Researchers can turn a single photo into a video
Sometimes photos cannot truly capture a scene. How
much more epic would that vacation photo of Niagara Falls be if
the water were moving? Researchers at the University of
Washington have developed a deep learning method that can do
just that: if given a single photo of a waterfall, the system creates
a video showing that water cascading down. All that’s missing is
the roar of the water and the feeling of the spray on your face.
This method can animate any flowing material, including
smoke and clouds. This technique produces a short video that
loops seamlessly, giving the impression of endless movement.
An expert says that a picture captures a moment frozen in
time, but a lot of information is lost in a static image. That makes
people wonder what led to that moment, and how things are
changing. If people think about the last time that they found
themselves fixated on something really interesting, chances are, it
was’t totally static.
What is special about that method is that it doesn’t require
any user input or extra information. All that is needed is a
picture. And it produces as output a high-resolution, seamlessly
looping video that quite often looks like a real video. Developing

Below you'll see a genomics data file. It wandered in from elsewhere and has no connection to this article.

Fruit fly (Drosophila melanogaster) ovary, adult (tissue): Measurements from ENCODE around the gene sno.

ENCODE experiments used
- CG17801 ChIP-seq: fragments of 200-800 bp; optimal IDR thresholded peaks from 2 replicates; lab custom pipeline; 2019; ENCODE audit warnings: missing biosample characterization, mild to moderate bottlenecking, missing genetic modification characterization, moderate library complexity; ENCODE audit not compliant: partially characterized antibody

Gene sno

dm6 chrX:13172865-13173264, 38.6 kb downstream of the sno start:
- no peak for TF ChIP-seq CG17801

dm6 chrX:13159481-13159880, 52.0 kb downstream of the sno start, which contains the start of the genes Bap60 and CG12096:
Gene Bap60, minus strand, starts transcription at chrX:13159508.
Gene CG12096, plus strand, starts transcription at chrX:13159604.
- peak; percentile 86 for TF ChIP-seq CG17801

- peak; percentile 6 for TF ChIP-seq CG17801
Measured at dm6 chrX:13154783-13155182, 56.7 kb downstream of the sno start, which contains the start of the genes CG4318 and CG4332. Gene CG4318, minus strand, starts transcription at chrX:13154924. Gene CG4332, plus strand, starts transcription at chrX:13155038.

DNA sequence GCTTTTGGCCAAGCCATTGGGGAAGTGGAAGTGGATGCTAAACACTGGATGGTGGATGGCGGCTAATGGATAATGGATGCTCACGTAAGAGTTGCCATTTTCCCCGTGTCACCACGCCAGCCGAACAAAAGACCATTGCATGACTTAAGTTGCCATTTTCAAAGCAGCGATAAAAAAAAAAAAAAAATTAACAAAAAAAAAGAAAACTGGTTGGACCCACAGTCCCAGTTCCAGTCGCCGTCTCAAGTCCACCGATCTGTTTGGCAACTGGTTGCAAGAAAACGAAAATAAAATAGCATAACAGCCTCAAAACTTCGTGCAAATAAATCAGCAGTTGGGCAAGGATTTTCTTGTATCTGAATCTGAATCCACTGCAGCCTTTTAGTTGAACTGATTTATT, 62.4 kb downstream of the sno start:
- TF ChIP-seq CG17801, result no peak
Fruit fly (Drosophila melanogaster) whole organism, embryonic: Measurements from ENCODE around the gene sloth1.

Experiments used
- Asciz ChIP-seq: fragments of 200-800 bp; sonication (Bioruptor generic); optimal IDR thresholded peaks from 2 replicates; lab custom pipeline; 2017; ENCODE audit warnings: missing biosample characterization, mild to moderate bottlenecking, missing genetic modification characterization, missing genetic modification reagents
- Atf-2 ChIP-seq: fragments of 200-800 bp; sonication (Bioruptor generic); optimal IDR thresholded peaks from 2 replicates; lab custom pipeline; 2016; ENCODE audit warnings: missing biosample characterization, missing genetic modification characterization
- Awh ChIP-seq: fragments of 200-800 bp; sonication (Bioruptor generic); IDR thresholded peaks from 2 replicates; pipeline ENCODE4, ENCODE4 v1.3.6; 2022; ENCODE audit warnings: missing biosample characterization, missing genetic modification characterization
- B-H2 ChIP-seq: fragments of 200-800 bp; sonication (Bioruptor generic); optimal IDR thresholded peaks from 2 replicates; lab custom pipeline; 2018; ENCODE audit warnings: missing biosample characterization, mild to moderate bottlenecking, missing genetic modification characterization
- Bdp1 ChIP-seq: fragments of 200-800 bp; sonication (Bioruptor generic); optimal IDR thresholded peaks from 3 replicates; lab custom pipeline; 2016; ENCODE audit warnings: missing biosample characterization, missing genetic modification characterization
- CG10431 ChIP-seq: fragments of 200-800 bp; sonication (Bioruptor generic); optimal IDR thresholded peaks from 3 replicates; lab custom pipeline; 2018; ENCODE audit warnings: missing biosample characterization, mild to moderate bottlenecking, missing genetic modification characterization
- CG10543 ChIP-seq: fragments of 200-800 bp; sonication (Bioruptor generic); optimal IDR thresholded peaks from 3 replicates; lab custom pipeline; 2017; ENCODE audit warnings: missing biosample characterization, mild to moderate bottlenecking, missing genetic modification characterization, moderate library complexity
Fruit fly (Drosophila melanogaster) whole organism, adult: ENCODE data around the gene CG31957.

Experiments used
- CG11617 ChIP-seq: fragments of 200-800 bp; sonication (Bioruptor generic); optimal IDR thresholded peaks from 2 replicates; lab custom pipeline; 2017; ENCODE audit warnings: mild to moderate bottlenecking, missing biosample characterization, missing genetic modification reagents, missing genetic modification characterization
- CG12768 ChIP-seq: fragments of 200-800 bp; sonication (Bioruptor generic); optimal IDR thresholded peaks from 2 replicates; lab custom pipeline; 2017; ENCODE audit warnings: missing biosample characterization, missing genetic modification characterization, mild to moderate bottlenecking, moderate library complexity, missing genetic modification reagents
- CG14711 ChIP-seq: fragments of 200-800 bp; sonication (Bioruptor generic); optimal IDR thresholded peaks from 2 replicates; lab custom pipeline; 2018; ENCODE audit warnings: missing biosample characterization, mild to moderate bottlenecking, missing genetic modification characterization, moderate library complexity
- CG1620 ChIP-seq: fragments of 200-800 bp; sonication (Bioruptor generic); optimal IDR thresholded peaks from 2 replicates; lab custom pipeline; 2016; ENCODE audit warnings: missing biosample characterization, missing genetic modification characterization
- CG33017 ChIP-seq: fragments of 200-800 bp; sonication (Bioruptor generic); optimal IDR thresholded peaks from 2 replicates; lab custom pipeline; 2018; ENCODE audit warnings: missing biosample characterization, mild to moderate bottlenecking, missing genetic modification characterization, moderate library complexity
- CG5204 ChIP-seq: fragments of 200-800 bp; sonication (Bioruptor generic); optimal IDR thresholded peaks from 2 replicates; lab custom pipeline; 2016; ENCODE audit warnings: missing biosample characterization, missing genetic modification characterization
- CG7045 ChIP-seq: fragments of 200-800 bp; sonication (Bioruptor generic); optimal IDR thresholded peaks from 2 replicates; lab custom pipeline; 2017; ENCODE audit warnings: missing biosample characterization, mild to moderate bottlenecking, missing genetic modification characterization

a method that turns a single photo into a believable video has
been a challenge for the field.
The system consists of two parts: first, it predicts how
things were moving when the photo was taken, and then uses that
information to create the animation. Then the system uses that
information to determine if and how each pixel should move.
Finally, the researchers want their animation to loop seamlessly
to create a look of continuous movement. The animation network
follows a few tricks to keep things clean, including transitioning
different parts of the frame at different times and deciding how
quickly or slowly to blend each pixel depending on its
This method works best for objects with predictable fluid
motion, like water, fire or smoke. These types of motions obey
the same set of physical laws, and there are usually cues in the
image that tell us how things should be moving. Currently, the
technology struggles to predict how reflections should move or
how water distorts the appearance of objects beneath it. In the
future, the researchers would like to extend their work to operate
on a wider range of objects, like animating a person’s hair
blowing in the wind.
Internet: <www.sciencedaily.com> (adapted).